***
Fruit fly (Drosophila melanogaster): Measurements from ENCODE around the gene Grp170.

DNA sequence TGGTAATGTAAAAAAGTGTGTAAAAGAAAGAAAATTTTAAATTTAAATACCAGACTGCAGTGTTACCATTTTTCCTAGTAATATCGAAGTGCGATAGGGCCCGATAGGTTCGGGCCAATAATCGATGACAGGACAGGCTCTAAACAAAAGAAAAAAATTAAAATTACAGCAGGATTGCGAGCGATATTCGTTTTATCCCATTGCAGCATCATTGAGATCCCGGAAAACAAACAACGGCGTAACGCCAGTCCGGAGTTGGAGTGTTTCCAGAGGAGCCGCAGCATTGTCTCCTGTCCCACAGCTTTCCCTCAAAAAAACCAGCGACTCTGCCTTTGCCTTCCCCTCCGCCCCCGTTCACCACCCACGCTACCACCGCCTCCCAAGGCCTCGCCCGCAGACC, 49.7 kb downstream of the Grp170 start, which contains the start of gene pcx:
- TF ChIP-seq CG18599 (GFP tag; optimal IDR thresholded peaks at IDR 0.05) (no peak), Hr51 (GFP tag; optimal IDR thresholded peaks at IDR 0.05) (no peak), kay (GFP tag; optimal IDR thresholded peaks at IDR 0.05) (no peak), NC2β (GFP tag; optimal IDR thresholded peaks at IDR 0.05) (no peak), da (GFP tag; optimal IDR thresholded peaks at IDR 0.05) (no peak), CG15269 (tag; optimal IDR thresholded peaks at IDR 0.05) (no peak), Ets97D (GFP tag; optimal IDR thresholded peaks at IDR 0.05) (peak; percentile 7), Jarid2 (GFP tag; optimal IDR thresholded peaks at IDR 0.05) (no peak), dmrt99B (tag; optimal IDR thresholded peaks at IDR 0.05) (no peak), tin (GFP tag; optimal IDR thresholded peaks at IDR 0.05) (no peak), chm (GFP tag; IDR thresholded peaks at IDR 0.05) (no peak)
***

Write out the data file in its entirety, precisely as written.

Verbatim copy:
Fruit fly (Drosophila melanogaster): Measurements from ENCODE around the gene Grp170.

DNA sequence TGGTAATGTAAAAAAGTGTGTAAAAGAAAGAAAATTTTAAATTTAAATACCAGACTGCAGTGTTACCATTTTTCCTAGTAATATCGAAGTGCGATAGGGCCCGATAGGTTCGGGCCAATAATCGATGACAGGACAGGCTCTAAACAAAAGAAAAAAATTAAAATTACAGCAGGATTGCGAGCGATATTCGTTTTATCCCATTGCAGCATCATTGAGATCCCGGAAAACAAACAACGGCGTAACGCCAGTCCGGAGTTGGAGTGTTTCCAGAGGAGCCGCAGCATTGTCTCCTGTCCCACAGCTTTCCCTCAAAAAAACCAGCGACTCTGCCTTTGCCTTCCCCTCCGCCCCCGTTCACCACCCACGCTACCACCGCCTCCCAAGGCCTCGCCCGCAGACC, 49.7 kb downstream of the Grp170 start, which contains the start of gene pcx:
- TF ChIP-seq CG18599 (GFP tag; optimal IDR thresholded peaks at IDR 0.05) (no peak), Hr51 (GFP tag; optimal IDR thresholded peaks at IDR 0.05) (no peak), kay (GFP tag; optimal IDR thresholded peaks at IDR 0.05) (no peak), NC2β (GFP tag; optimal IDR thresholded peaks at IDR 0.05) (no peak), da (GFP tag; optimal IDR thresholded peaks at IDR 0.05) (no peak), CG15269 (tag; optimal IDR thresholded peaks at IDR 0.05) (no peak), Ets97D (GFP tag; optimal IDR thresholded peaks at IDR 0.05) (peak; percentile 7), Jarid2 (GFP tag; optimal IDR thresholded peaks at IDR 0.05) (no peak), dmrt99B (tag; optimal IDR thresholded peaks at IDR 0.05) (no peak), tin (GFP tag; optimal IDR thresholded peaks at IDR 0.05) (no peak), chm (GFP tag; IDR thresholded peaks at IDR 0.05) (no peak)